• For the Could Haves, our goal is reduce or postpone it as much as possible. If i’m used to 3 cups of coffee in Starbucks, i can choose to replace it with home-made coffee, and perhaps reduce my Starbucks treat to once a week.Again, the goal here is to test your assumptions. Modify on the go when you get some quantifiable results.
    • Your goal with Should Haves is to try cheaper alternatives, that don’t result in a unbearable sacrifice.

      For example: If you’re job requires you to drive a lot – selling your car is probably not a viable option. You could however try minimising costs by checking to see if physical meetings can be moved to a web/phone meeting, work from home at least once a week, replace your personal vehicle with a rental etc’.

      Think creative and don’t limit yourself.

    • The Must Haves are usually the things we can’t afford to sacrifice. But it doesn’t mean you can’t try and reduce the costs, share the costs or find another money-saving solution.

      For example: If you’re paying rent, and moving back home with your parents for a few months is out of the question, why not reduce costs by finding a roommate for a few months?

Once you have your list all filled in, your learning period starts.

Pro Tip 1: Make sure you set a learning period long enough so you can collect actual data, and short enough to actually make revisions before you travel.

Pro Tip 2: Even though this post focuses on your pre-travel period and discusses how to save money for your travel, your MoSCoW List can certainly be used during your travel as well, and i strongly recommend you do so. You will notice that most of your list can be applied to your travel journey as well.

Final Words 

The MoSCoW technique has been widely adopted for a reason – it works. Bootstrapping techniques such as this one are very useful tools to have in your toolbox.

No one said that these kind of techniques are exclusive to the business world. They can definitely be used to make the required changes in your life to reach your personal goals. And what greater goal than travel is there to start applying the MoSCoW technique?

Use it wisely my friend.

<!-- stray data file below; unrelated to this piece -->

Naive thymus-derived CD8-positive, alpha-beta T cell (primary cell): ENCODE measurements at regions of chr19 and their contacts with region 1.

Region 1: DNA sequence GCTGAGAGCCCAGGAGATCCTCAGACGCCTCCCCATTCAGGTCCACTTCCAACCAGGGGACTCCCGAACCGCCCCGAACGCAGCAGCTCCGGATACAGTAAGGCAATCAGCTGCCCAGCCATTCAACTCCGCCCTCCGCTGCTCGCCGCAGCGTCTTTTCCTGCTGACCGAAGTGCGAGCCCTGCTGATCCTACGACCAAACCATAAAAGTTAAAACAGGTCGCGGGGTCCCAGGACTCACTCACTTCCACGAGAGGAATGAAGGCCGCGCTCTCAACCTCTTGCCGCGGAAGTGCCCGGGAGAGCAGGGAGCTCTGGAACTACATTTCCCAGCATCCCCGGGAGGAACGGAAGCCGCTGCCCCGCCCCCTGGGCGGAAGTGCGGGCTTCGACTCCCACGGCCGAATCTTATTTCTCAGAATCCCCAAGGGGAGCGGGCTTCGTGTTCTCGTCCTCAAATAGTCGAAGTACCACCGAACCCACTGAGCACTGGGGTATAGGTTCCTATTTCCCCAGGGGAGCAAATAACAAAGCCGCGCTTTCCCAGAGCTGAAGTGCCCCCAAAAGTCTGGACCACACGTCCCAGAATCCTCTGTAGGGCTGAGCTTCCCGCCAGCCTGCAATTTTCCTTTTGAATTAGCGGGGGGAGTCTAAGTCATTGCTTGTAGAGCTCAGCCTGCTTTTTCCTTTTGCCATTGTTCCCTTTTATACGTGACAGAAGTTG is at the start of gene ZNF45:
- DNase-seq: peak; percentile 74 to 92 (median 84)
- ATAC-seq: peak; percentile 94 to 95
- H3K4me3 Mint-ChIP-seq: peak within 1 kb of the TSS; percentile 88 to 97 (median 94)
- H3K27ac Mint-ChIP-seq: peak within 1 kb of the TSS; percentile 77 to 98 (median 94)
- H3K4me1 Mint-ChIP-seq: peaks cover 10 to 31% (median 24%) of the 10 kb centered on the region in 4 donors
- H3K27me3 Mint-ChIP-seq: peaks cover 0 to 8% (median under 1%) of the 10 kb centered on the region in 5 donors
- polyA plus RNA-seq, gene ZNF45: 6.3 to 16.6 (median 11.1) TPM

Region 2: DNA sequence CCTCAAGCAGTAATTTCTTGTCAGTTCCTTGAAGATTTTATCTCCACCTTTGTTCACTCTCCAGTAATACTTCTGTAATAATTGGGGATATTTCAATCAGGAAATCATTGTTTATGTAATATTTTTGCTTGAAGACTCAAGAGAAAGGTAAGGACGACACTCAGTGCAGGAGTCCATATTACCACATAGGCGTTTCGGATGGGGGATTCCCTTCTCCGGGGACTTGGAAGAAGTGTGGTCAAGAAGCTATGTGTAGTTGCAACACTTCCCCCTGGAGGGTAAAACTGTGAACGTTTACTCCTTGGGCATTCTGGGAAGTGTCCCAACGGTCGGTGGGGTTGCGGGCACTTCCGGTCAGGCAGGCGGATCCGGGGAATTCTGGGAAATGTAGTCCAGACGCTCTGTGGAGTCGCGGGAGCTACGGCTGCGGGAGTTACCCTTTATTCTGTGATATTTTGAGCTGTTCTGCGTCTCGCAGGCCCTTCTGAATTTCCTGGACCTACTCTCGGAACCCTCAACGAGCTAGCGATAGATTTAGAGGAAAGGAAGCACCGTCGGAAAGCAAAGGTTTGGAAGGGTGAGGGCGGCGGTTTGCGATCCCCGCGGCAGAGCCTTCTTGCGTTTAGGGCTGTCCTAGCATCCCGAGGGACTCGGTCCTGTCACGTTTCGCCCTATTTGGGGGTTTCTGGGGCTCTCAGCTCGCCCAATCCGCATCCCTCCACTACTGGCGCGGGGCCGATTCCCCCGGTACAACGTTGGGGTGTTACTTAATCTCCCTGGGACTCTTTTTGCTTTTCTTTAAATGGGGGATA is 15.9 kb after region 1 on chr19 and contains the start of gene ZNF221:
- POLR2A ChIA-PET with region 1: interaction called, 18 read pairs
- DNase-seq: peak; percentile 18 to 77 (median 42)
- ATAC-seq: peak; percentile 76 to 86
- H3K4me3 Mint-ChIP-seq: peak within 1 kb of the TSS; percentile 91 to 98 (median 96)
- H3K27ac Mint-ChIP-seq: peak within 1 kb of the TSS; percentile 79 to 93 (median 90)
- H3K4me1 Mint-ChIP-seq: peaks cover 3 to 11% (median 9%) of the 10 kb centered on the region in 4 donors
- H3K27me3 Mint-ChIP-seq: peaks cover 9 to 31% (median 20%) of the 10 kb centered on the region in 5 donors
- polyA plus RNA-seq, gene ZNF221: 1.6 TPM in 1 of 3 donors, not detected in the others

Now It’s Your Turn

  1. If you haven’t already, Download the MoSCoW Expenses  Analysis Template
  2. Fill in the MoSCoW template according to the instructions above. The template calculates your total monthly expenses automatically, and colors each MoSCoW priority with a unique color so you can easily identify the important ones, and trim the unnecessary fat.
    Use the MoSCoW Expenses Analysis example as your reference.
  3. Optional (but recommended): Print 3 copies of your MoSCoW list
    Hang one copy next to your bed, one on your refrigerator, and carry one with you in your pocket at all times (you can save it on your phone instead).
    Note: The purpose of this is to carry a constant reminder with you at all times. With your MoSCoW list spotted everywhere, you will start to think twice before you buy another unnecessary pair of shoes.
  4. Schedule your next MoSCoW revisions in your calendar

    It’s important you realise that once you fill your first draft of your list, you are starting a validation period. You’re testing whether the assumptions you made when you filled the list makes sense.

    Your new budget is built from assumptions – what things you can allow yourself to give up on, what kind of expenses you can replace with cheaper ones etc’. Your goal is to validate them.

    This is what the upcoming period is for – validating your assumptions, correcting them or replacing them as needed. This is similar to the MVP and hypothesis-testing notion from The Lean Startup by Eric Ries.

    Depending on your travel date, i recommend the following schedules:

    • If you plan on traveling at least 3 months from now: Set a recurring monthly event in your calendar to review your MoSCoW list.
    • If you plan on traveling less than 3 months from now: Set a recurring event every 2 weeks in your calendar to review your MoSCoW list.
  5. Share your thoughts. I would love to hear in the comments how the MoSCoW technique has helped you reach your travel goals.

Share this Post

Leave a Comment